# These are the wave function solutions ( eigenfunctions ) for the finite square well. - PowerPoint PPT Presentation

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These are the wave function solutions ( eigenfunctions ) for the finite square well. These are the 4 equations from applying the continuity of psi and its first derivative at the well boundaries. Now add (1) and (3). S ubtract (3) from (1). Now add (2) and (4). S ubtract (4) from (2).

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These are the wave function solutions ( eigenfunctions ) for the finite square well.

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These are the wave function solutions (eigenfunctions) for the finite square well.

These are the 4 equations from applying the continuity of psi and its first derivative at the well boundaries.

Now add (1) and (3)

Subtract (3) from (1)

Now add (2) and (4)

Subtract (4) from (2)

As long as and divide (8) by (5)

As long as and divide (6) by (7)

Both (9) and (10) cannot both be true at the same time.

Proof: add the two equations

Which cannot be since both k and a are real.

Solutions of the second kind: odd solutions

Solutions of the first kind: Even solutions

From the even solutions, we have that:

So it must be the case for the even solutions that:

Using these relations below we can write the wave functions for the square well – even solutions.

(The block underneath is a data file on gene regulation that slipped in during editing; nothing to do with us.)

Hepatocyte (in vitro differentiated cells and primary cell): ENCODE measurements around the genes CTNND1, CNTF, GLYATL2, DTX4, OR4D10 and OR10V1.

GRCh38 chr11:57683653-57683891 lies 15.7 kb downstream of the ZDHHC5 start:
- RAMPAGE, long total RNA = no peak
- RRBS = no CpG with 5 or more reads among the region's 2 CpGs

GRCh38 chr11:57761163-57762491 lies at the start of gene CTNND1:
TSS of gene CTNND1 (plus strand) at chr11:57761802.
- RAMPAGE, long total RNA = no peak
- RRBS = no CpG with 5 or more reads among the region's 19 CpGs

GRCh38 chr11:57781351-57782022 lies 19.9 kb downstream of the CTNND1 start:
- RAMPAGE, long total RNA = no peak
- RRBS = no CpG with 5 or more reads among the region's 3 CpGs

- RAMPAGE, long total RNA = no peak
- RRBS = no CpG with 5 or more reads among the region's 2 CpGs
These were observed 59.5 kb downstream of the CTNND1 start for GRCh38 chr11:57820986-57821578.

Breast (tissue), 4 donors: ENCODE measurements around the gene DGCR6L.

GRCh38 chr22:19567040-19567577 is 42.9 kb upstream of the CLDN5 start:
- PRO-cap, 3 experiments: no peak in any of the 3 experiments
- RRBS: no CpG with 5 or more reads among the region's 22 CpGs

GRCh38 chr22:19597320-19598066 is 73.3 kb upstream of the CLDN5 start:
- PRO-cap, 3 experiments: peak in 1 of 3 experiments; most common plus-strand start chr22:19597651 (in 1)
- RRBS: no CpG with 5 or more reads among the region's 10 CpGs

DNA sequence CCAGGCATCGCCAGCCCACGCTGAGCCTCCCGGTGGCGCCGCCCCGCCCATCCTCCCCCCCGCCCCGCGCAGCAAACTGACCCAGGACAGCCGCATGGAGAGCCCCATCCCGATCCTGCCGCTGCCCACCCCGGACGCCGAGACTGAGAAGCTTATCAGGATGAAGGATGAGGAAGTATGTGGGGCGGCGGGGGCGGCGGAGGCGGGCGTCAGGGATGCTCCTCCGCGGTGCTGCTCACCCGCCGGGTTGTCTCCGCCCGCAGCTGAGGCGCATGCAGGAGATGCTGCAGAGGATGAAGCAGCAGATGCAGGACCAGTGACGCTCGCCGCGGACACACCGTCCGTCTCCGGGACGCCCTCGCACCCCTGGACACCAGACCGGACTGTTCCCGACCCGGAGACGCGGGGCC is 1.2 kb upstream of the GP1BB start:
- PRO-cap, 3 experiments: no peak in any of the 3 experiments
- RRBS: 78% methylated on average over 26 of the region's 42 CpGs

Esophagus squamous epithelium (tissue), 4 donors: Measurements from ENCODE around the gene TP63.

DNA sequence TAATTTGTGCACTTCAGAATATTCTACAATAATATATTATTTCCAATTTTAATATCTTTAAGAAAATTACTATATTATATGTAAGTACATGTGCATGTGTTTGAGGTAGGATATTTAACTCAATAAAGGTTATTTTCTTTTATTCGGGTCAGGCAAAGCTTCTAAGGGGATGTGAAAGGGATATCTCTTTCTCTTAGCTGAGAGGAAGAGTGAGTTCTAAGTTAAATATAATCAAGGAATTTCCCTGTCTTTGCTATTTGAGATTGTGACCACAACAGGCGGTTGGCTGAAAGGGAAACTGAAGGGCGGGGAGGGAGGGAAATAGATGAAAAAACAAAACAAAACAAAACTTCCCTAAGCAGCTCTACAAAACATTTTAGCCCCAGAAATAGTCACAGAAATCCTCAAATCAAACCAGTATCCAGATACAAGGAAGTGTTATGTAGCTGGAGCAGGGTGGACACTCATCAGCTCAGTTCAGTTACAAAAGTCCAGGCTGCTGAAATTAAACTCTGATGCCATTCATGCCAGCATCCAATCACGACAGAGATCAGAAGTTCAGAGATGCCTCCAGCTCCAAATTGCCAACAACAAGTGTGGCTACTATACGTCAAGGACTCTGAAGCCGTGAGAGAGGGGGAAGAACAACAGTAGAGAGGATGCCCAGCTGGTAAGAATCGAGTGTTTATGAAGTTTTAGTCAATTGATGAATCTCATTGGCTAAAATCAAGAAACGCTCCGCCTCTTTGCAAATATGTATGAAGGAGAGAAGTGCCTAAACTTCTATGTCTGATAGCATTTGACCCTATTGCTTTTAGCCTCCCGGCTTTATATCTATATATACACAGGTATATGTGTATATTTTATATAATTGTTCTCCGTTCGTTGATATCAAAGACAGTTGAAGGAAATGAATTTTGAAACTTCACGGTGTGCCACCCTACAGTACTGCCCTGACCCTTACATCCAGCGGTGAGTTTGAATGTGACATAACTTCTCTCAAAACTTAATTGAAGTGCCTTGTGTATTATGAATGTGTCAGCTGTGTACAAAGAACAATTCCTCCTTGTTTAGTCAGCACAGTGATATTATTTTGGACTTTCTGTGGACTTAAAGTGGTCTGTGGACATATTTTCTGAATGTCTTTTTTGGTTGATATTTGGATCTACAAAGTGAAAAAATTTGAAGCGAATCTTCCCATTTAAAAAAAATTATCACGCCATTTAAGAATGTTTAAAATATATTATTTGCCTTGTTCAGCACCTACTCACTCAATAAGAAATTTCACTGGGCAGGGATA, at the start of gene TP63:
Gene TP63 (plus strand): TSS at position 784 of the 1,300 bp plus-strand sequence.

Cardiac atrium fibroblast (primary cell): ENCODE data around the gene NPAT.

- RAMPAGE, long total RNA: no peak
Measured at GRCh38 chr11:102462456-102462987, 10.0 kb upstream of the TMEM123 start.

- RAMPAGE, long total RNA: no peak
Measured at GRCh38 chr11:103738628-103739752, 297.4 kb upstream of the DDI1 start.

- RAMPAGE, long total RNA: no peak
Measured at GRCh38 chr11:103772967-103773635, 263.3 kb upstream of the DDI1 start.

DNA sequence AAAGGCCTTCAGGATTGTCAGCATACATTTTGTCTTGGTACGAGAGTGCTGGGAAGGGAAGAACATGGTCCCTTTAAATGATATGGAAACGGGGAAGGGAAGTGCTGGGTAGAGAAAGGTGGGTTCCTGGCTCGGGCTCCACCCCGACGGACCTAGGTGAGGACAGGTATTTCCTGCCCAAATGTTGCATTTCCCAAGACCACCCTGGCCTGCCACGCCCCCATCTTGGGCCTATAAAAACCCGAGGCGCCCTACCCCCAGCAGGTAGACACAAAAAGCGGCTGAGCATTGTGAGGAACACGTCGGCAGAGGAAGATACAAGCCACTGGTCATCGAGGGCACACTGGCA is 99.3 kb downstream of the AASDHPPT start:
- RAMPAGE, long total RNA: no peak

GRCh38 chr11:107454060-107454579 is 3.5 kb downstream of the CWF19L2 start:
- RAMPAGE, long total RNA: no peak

Using one of the boundary conditions we can solve for B

And the wave functions (Eigenfunctions) in each region are (where B is determined by normalization in each region so to match the solutions at the boundaries.)

Let’s look at the even solutions and determine the allowed energies

The tangent term as an a/2 factor. Let’s put that in everything.

Define alpha and r as:

A special case: the infinite square well:

Which are half of the allowed energy states of the infinite square well (n odd).

Let’s go back and find the solutions for the allowed energies by graphing

P(a)

Q(a)

This cannot be solved analytically. So, where the two functions these will be related to the allowed energies for the case of r = 2 as an example.

From Mathematica we can find the places where these two functions cross. They are given by x below which is what we’ve called alpha:

FindRoot[p[x] == q[x], {x, 1.2}]

{x -> 1.25235}

FindRoot[p[x] == q[x], {x, 3.6}]

{x -> 3.5953}

Now to calculate the values of the allowed energies.

continuum

V0

E3=0.808V0

E3=0.383V0

E3=0.098V0